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Here’s that red clover in it’s heavily fortified tyre home. It didn’t even wilt after being yanked out of the ground in the heat of the day, stuck in a dog pooh bag full of water in the laundry sink for a day and then planted out. Hopefully it spreads its seeds far and wide and we end up covered in red clover!

I have been following a blog site about using container gardening to eliminate hunger. I love proactive blogs that tell you how to change your situation with a bit of spit and elbow grease and usually using items that have been discarded and that are usually free. Knowledge can give you a whole different perspective about what is and isn’t “worthless”. I love finding creative and attractive ways to reuse and repurpose items that would otherwise go into landfill. If you would like to see this amazing blog you can check it out here…

http://desertification.wordpress.com/2013/01/04/food-gardens-found-with-google-earth-science-daily/

and this Facebook page shows a really great re-purpose for wine bottles that we have been hoarding in our small shed in an enormous pile for ages now and that threaten to render us senseless whenever we are foolish enough to venture into the shed to get the lawnmower…we are NOT on the wrong side of alcoholism…we are just cleverly creating prospective art gardens 😉

http://www.facebook.com/photo.php?fbid=340087336078044&set=a.233384676748311.57857.201890633231049&type=1&relevant_count=1

Steve and I recently saw an ad on a local noticeboard selling “craft wood”. It wouldn’t have interested us in the past but with Steve’s new-found interest in all things woody we took down the number and phoned up. The man that answered the phone is leaving the state and wants to offload his collection of craft wood so Steve will be heading to see him on Monday to potentially stock up on some lovely spoon futures. The seller has different kinds of wood including an orangey yellow wood called Osage orange (Maclura pomifera) that comes from Texas. While we were walking the dogs in Exeter we noticed a large shed at the back of where they have monthly market days where the Tamar Woodworkers Guild meets. Steve is thinking of looking into joining them…after all…who wouldn’t want to join a guild? The only concerns that I have are will he need a jerkin and tights? If so, he is on his own…I can’t sew for peanuts ;). We went to the tip and dumped some more rubbish (yes…it really WAS rubbish 😉 ) and I headed into their rusty container that doubles as a tip shop and found a lovely little glazed clay pot that someone had made with love and care. I can’t believe that anyone would throw out something like that and when I asked the tip manager how much it was, he said “to you…its free!”…so I have another little pot/bowl to add to my hoarded collection and another perfectly useful and attractive item is saved from landfill to my benefit. One day our children’s children are going to dig through our waste piles looking for useful things. They are going to marvel at what we threw away…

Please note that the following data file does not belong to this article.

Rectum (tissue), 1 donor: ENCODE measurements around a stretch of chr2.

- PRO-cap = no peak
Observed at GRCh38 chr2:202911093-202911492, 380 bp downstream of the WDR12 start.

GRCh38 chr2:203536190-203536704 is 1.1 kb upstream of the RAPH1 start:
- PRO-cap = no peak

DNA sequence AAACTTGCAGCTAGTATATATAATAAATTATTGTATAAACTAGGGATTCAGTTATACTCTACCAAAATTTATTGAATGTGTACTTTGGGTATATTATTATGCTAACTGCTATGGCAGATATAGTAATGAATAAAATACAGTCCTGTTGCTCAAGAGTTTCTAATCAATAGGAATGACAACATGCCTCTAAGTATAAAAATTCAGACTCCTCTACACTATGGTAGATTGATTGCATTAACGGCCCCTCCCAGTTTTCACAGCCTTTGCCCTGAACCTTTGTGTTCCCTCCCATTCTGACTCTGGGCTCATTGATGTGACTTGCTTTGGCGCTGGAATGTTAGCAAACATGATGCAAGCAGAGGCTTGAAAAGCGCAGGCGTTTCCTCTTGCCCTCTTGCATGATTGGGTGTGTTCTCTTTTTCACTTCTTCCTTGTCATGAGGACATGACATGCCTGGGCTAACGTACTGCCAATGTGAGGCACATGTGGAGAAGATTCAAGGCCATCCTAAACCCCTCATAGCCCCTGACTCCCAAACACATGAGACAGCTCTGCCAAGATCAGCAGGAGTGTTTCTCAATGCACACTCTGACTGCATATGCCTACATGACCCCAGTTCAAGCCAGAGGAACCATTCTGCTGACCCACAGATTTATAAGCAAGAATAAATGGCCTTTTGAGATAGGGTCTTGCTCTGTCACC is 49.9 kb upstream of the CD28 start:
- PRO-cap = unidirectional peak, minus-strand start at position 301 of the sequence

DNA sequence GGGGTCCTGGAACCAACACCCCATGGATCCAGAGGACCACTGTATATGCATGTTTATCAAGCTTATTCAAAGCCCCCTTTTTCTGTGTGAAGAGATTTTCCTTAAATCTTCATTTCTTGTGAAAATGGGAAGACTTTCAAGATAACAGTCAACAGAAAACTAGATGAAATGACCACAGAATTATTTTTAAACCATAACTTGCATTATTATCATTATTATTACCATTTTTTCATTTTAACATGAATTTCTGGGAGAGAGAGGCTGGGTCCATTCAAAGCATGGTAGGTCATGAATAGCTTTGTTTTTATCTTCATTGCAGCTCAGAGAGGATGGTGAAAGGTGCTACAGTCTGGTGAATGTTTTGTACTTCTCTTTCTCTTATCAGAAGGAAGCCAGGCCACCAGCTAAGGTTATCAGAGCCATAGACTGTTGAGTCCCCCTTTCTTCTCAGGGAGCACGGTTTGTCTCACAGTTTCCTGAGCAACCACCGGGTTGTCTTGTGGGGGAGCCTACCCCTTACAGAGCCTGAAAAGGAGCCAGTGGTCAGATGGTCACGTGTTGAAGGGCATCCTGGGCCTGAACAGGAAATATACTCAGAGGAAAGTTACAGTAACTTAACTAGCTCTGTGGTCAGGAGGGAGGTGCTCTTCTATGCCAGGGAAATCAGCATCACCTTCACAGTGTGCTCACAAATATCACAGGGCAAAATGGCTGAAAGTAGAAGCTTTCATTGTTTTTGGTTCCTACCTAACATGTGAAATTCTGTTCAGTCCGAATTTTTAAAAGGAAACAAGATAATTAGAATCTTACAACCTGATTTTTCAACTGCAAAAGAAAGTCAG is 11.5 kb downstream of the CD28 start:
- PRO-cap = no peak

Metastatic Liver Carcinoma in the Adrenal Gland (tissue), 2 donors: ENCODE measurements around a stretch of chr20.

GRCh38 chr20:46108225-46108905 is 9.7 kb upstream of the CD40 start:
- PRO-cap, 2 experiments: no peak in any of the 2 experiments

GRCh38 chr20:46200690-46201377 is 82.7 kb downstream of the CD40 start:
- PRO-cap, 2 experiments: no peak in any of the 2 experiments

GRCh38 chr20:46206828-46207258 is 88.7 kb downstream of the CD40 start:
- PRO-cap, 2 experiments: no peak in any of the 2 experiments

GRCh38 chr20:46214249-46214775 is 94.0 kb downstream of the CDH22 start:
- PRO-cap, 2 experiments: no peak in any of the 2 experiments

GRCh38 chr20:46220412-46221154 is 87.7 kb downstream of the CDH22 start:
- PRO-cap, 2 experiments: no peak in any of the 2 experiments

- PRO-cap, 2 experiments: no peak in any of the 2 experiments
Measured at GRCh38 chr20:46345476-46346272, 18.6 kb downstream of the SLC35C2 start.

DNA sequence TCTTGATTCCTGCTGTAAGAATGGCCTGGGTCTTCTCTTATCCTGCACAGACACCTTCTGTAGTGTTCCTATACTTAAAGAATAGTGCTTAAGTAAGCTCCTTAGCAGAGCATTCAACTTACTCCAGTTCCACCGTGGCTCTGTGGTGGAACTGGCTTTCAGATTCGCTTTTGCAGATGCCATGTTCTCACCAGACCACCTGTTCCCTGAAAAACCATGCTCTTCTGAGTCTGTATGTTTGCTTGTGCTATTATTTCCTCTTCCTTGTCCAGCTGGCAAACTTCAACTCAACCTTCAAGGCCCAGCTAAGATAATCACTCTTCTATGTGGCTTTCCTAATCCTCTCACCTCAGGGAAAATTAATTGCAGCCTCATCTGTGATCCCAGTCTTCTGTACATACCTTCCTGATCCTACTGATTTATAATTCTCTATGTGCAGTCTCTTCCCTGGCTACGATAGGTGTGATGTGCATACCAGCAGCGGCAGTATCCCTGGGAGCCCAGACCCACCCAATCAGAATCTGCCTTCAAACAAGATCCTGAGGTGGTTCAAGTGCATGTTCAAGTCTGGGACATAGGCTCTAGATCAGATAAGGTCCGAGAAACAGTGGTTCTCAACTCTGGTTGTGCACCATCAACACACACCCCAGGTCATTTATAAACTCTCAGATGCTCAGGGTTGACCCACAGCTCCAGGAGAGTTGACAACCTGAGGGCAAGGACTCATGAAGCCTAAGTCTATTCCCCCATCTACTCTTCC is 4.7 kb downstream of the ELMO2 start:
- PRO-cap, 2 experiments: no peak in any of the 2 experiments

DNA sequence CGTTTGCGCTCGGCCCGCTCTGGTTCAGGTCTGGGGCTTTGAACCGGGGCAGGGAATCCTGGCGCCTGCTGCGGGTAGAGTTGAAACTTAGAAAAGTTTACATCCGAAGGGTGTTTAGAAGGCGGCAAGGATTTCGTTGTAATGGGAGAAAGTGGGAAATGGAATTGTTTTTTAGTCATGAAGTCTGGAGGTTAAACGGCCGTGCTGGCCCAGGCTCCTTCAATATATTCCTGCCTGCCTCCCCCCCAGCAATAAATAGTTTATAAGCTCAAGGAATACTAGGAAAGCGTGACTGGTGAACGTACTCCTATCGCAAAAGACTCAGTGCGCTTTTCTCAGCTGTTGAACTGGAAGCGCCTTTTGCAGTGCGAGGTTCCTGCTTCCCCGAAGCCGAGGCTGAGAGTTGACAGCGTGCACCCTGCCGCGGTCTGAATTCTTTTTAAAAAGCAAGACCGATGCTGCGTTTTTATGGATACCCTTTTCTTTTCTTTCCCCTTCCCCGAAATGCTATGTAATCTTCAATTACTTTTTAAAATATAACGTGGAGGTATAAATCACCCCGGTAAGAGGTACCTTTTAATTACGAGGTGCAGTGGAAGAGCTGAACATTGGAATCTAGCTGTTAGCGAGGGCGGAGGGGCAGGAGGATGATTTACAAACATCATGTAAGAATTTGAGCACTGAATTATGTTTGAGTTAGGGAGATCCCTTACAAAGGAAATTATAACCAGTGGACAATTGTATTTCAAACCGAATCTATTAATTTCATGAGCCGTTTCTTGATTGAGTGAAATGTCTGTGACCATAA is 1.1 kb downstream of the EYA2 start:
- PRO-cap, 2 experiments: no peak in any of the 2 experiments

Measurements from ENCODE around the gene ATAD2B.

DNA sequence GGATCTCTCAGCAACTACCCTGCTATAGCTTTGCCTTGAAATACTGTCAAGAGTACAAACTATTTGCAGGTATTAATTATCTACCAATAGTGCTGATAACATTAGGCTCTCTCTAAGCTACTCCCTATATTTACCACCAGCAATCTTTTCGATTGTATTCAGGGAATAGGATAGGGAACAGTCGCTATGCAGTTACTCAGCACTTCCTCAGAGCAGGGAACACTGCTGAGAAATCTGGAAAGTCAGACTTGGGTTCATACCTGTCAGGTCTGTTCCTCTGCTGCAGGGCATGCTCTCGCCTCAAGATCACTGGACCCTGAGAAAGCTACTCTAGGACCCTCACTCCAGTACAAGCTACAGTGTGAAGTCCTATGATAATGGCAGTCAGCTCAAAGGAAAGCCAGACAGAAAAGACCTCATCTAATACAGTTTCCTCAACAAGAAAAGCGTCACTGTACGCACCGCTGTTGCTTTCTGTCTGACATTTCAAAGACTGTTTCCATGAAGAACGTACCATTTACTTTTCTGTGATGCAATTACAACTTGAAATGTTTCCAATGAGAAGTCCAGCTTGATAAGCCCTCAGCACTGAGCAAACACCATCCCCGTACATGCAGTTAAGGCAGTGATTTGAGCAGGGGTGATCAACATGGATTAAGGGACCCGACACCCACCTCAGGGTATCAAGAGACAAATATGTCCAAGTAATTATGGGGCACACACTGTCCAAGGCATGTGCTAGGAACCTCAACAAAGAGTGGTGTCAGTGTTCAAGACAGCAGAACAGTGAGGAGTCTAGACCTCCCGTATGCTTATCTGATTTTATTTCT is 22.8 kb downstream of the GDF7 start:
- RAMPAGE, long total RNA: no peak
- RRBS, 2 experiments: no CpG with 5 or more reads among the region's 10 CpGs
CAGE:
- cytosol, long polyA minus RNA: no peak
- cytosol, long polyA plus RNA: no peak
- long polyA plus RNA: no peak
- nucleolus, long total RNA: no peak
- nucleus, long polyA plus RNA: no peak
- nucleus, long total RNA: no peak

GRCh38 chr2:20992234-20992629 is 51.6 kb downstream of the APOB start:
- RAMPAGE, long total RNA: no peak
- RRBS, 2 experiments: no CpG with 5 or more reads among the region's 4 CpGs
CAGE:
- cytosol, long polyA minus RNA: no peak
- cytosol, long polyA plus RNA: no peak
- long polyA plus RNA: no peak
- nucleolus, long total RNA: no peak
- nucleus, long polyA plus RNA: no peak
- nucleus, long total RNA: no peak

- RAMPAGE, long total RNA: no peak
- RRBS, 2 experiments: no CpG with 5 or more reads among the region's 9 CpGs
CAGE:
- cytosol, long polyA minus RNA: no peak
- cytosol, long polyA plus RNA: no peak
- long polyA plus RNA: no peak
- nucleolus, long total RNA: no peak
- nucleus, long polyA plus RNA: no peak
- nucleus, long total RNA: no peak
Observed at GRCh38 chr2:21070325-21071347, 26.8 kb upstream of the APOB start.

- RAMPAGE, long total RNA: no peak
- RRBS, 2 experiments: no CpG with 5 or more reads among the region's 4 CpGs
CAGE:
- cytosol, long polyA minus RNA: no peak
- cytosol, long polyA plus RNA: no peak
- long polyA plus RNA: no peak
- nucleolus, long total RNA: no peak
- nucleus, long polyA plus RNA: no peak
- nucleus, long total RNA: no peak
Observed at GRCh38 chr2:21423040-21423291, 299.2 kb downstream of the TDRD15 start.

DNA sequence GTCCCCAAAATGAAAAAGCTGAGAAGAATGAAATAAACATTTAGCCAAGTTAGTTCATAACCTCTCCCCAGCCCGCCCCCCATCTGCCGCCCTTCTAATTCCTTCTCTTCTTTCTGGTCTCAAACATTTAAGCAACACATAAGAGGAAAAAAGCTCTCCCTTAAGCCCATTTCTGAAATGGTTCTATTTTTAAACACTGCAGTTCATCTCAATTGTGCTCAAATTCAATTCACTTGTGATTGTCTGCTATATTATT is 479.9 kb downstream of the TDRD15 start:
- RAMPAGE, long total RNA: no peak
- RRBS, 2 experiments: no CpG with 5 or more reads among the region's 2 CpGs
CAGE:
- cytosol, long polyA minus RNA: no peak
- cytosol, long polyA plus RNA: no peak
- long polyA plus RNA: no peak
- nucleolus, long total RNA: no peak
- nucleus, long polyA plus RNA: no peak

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The beginnings of a chunky oak spoon that Steve made for me

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Side on to show you how chunky it is. I like chunky things…they feel solid and reliable and real and I requested “chunky” when Steve asked me what kind of spoon I would like

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I think you will agree it turned out to be a lovely spoon. I especially like the wood markings in the bowl that look like an eye

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Steve’s hand holding the spoon to show the “chunk” 😉

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Steve decided to have a go at making some more “chunkies” from oak including a spatuloon and a spreader that also cuts cheese.

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Here they are finished with a nice rub of orange eco-oil and I really love them :o)

That’s it for today folks…here in extra sunny northern Tasmania it is hot…for Tasmania it is HOT. We don’t get a lot of “hot” but when we do, it tends to be oppressive and coupled with hideous humidity thanks to our endemic greenery. Its days like these where I remember why I don’t live in Tropical far north Queensland! Have a great weekend folks and see you on Wednesday for our cuppa and chat…hopefully it has cooled down a bit by then and we are back on track with our milder than the mainland summer :o)

Pretend cheese and heavenly vegan baking books

Hi All